Yorktowne Sun Dial manufactured by C. E. Strickler & Son of Benroy; and 1901 U.S. Patent No. 669,150 of Benjamin Franklin Strickler
The fictional character Dan DeWyatt, in my Railcar Gold historical novel, arrived in York on July 4th 1860; per the Thursday installment posted two weeks ago, where he uses a sundial mounted on a post. I’d read accounts that sundials were still prevalent as ornamental public timepieces in towns at the time of the Civil War.
Months ago I discovered the Yorktowne Sun Dial as part of a larger montage on the Internet; I cut the image of the sundial out and saved it as paste-up art for my novel. I had initially planned on using the Yorktowne Sun Dial as part of a chapter header montage; however decided to use something else.
I did not know the Yorktowne Sun Dial definitely had a York County connection until I stumbled upon items about this sundial last Saturday. A display on the wall of the machine shop area of the Agricultural & Industrial Museum of York County indicated Charles E. Strickler & Son of R.D. 6, York, PA manufactured the Yorktowne Sun Dial.
Charles E. Stricker & Son had their shops in Benroy. These were previously the shops of Charles’ father Benjamin Franklin Stricker and were located along Camp Betty Washington Road in the vicinity of present-time Billet’s Garage. C. E. Stricker & Son manufactured the Yorktowne Sun Dial from 1928 to 1941. Quoting a few lines from the sales flier for this 10-inch diameter cast sundial:
Taken from an old-time sundial used on a Tennessee plantation and is corrected to give the sun time for the vicinity of York, Pa.
It’s interesting, accurate and unusual, just the thing for the lawn or garden, displaying an old-time time-piece at which your friends will marvel.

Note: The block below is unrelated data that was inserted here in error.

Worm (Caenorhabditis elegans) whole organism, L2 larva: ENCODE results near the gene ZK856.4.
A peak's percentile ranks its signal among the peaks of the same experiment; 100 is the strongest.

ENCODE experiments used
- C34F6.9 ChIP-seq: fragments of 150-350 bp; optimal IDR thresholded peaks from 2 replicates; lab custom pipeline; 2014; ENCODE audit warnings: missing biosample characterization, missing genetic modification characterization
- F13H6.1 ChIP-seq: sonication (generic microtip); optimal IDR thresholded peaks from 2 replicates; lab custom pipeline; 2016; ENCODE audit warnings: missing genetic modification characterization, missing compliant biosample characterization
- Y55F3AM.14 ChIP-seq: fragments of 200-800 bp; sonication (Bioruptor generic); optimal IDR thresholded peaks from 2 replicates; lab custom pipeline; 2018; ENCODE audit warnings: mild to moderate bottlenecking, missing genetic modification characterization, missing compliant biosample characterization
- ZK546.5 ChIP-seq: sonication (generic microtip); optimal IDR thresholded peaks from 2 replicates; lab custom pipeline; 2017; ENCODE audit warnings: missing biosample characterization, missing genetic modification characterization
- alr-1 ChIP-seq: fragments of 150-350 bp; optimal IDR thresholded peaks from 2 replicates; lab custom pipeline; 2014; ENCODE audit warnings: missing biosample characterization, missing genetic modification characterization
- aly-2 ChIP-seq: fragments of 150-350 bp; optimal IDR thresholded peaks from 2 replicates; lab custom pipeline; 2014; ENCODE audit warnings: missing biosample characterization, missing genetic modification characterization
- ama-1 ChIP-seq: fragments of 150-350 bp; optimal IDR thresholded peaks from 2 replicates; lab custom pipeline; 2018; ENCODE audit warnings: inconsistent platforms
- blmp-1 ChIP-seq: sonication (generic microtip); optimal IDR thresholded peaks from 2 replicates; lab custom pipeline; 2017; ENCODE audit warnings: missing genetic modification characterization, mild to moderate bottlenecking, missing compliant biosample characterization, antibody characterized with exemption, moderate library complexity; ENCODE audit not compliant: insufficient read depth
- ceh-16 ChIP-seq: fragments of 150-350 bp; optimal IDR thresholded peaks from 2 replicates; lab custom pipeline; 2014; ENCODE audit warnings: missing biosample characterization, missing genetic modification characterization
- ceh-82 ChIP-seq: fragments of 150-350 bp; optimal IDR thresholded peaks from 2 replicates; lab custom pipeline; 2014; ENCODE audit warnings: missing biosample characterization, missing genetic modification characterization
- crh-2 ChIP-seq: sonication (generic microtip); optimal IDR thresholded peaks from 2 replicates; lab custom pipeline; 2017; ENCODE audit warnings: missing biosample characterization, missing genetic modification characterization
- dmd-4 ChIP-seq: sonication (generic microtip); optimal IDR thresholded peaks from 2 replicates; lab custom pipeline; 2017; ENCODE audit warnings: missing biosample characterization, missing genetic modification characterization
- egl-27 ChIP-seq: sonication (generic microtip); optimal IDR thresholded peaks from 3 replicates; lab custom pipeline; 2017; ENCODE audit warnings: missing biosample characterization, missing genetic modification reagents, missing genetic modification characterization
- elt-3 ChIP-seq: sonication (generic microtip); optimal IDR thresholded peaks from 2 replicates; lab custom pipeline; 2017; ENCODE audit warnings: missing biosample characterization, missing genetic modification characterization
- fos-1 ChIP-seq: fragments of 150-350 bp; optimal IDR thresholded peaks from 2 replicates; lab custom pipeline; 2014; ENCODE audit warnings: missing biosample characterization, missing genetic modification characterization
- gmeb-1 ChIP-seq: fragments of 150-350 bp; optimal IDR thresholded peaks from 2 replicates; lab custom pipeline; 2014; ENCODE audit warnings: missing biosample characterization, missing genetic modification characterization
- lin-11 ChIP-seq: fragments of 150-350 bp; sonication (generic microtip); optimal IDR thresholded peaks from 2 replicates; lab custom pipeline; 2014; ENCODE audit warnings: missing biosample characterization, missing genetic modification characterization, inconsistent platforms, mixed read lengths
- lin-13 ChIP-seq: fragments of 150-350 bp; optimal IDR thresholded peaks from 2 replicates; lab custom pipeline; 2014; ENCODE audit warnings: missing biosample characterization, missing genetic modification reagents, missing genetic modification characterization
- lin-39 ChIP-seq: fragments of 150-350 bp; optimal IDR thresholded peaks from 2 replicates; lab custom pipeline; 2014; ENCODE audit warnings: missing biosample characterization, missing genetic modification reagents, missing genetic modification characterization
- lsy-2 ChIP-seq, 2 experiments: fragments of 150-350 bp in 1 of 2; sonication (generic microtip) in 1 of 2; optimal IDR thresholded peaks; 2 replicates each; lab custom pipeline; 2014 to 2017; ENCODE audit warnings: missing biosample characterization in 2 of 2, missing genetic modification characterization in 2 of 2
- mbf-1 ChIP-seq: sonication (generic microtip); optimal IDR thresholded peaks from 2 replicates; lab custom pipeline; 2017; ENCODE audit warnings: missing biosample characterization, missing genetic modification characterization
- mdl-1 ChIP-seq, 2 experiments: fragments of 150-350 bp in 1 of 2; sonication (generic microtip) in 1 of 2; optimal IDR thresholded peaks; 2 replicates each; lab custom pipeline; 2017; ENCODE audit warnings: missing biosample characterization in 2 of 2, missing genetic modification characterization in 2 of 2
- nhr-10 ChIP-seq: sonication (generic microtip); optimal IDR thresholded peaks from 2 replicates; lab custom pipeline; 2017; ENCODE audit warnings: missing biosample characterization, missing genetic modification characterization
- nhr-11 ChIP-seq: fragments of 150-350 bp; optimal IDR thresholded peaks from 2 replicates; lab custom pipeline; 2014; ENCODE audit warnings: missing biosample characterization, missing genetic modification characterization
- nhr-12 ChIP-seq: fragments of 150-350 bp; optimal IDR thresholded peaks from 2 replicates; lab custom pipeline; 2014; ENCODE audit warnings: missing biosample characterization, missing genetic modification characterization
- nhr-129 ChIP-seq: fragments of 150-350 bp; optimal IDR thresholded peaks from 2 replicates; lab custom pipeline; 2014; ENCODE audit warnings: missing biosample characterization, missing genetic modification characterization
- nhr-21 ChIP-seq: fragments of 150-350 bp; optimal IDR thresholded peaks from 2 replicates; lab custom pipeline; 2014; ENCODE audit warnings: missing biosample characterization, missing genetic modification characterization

Set the sundial level in a sunny place point north 7 degrees 48 minutes east. As the sun changes there is a difference between sun time and standard time, the time table on the sundial gives the difference for the first of each month.
The foundry that cast the Yorktowne Sun Dial was originally part of the Benjamin F. Strickler & Sons complex in Benroy. The complex initially included a water powered saw and grist mill in addition to the water and steam powered machine shop.
Benjamin Franklin Strickler and his wife Sarah Garner had nine children; Charles E. Strickler being the seventh child. A short section of the biographical sketch of Benjamin F. Strickler in Prowell’s 1907 History of York County notes in Volume II, page 561:
It is consistent that special reference be made to the “Success” tobacco-scrap machine, which was invented and patented by Mr. Strickler, and which is a great improvement on all other devices utilized for the handling of scrap tobacco, being economical in operation, and turning out the best class of work with maximum facility and expedition. For a full decade Mr. Strickler worked to perfect this machine and secure his letters patent, and on March 5, 1901, he received his patent.
These machines were first utilized locally, however Ben Strickler soon was traveling extensively throughout the States demonstrating the “Success” tobacco-scrap machine. He was very successful in introducing this machine to the cigar industry throughout the nation. The primary drawing in Patent No. 669,150 follows:
An original “Success” tobacco-scrap machine is on display at the Agricultural & Industrial Museum of York Co., PA. This museum is part of the York County Heritage Trust.
Links to a few posts featuring United States Patents:Reading the Headlines: A Quick Index to All YorksPast Posts